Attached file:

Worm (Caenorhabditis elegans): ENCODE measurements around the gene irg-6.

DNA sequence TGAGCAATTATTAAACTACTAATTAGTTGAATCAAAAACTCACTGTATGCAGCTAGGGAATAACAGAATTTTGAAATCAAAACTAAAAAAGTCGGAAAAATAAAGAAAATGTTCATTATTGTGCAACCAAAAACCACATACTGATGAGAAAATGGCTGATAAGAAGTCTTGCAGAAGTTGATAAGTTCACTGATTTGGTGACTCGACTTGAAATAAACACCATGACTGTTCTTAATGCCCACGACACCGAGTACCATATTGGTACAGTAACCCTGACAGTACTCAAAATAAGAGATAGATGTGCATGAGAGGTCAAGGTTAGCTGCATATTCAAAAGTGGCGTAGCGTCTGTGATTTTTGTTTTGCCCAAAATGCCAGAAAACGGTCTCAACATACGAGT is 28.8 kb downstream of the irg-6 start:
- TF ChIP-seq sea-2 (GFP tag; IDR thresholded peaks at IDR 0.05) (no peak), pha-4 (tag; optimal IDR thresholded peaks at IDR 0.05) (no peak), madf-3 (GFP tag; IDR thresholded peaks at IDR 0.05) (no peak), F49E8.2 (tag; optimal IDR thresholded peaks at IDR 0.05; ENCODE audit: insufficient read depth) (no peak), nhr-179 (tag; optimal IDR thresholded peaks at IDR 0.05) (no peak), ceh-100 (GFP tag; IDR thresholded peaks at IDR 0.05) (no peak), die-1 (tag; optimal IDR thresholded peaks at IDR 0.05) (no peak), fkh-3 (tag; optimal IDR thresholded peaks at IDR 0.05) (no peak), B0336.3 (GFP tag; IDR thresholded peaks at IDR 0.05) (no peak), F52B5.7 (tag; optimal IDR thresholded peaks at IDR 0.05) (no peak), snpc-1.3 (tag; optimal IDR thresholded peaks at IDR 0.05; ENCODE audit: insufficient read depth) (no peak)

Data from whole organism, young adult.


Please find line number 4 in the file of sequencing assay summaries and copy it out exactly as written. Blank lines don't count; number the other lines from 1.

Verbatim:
Data from whole organism, young adult.